What happens next is what james have always done best. They move left-field and it is another half a dozen songs later before another single is played. That tells about a tenth of the story. Honest Joe is an album track from their mid-nineties experimental album Wah Wah. Industrial guitars and duelling megaphones make this the most pleasurable kind of aural onslaught. Then comes Stutter, a song a quarter of a century old and only previously released on a live album and as a b-side. Lyrically, it deals with loss of control. Sonically, it is earthy and you can feel that it comes from the streets of northern England. The audience are lapping it up almost despite themselves and you start to feel that just maybe the band needs to give them something familiar to grasp onto. Not this band. Porcupine is a brand new song, so new that Booth is reading the lyrics from a printed sheet. The song pulsates and throbs and the future appears safe in their hands. Then comes a four-song Hey Ma onslaught, broken up only by Getting Away With It (All Messed Up), the sole single from 2001’s Pleased To Meet You album. I Wanna Go Home is a crescendo of beauty and the climax, which sees violinist Saul Davies high up on a platform, pristine all in white, is orgasmic. Of Monsters and Heroes and Men slows the pace but certainly doesn’t diminish the beauty and just when you think that your heart is full, Upside tops it to the brim. Mark Hunter’s piano entwined with the guitar of Davies truly is the sound of a heart breaking. The title track of Hey Ma is the one political song of the night and is poignant on the day that yet another British soldier has lost his life in Afghanistan. Bush and Blair, I hope you never sleep peacefully again.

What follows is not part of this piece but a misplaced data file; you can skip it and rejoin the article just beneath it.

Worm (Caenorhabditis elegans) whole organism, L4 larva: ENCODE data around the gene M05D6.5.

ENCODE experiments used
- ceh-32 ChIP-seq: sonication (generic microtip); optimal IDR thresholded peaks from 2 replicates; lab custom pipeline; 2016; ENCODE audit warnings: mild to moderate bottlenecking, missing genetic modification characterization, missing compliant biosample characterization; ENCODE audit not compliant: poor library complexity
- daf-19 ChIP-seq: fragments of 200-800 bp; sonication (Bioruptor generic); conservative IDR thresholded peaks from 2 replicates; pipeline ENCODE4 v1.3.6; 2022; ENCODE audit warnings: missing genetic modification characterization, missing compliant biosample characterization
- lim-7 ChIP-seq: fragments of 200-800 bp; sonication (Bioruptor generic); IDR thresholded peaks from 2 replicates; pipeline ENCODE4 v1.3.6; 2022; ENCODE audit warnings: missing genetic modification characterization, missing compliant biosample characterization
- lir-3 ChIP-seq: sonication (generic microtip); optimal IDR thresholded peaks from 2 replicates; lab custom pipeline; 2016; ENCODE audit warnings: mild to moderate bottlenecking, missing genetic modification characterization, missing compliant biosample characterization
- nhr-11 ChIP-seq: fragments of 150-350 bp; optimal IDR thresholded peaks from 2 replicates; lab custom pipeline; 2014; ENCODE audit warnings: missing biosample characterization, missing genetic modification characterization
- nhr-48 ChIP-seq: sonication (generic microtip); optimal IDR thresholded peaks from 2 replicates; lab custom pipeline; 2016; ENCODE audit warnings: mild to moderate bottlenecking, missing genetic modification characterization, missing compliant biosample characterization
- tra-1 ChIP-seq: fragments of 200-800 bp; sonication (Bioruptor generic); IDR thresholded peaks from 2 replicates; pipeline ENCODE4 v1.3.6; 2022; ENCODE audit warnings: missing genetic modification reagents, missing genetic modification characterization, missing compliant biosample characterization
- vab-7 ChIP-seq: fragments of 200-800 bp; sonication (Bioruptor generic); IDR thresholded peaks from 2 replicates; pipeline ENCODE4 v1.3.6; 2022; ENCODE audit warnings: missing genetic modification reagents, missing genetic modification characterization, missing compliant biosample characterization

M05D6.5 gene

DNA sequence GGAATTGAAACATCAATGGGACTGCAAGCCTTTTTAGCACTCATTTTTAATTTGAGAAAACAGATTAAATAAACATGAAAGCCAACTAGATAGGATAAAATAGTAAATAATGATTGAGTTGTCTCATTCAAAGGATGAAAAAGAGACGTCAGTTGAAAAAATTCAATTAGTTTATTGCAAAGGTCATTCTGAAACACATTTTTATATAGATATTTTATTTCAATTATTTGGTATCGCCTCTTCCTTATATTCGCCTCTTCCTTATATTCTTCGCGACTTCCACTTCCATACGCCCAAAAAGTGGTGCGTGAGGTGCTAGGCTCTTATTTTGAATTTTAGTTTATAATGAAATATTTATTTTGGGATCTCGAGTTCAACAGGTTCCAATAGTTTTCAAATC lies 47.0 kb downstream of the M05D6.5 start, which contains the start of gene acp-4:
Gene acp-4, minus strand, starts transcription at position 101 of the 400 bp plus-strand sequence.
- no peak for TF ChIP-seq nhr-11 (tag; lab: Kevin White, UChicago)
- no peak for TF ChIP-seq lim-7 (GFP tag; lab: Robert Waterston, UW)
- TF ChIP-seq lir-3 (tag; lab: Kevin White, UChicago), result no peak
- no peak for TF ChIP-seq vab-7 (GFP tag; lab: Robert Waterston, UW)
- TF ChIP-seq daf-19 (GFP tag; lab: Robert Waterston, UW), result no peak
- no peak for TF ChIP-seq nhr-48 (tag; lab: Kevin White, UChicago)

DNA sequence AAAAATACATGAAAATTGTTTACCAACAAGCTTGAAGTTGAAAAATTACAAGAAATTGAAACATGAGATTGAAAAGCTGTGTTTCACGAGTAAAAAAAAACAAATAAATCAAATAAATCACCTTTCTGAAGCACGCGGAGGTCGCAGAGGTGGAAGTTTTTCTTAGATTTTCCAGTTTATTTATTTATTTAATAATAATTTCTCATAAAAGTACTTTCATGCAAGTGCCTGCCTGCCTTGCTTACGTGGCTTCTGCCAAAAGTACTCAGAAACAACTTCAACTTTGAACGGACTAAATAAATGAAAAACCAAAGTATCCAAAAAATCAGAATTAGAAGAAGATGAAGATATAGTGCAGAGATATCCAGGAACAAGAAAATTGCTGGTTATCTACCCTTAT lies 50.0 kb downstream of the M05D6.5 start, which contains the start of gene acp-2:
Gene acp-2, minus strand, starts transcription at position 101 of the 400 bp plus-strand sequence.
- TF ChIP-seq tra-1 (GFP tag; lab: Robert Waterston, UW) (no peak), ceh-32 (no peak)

Here come the big guns. Born of Frustration sees Booth venture down onto the barrier, where he is supported by the crowd and despite swaying he never misses a note. A lazy and languid intro to Sit Down follows, Hunter’s piano again to the fore and as the song kicks in, Gott, Davies and Diagram join Booth at the apron of the stage, making quite a spectacular site. The final song of the main set is Sound, a top ten single from late 1991 but a song that the band clearly still love to improvise, never playing it quite the same twice. The extended outro is extraordinary and even the band don’t seem to know when it will end, to the extent that the drummer briefly gives up before joining in again. It is almost a relief when they leave the stage, giving us old-timers a chance to catch our collective breath.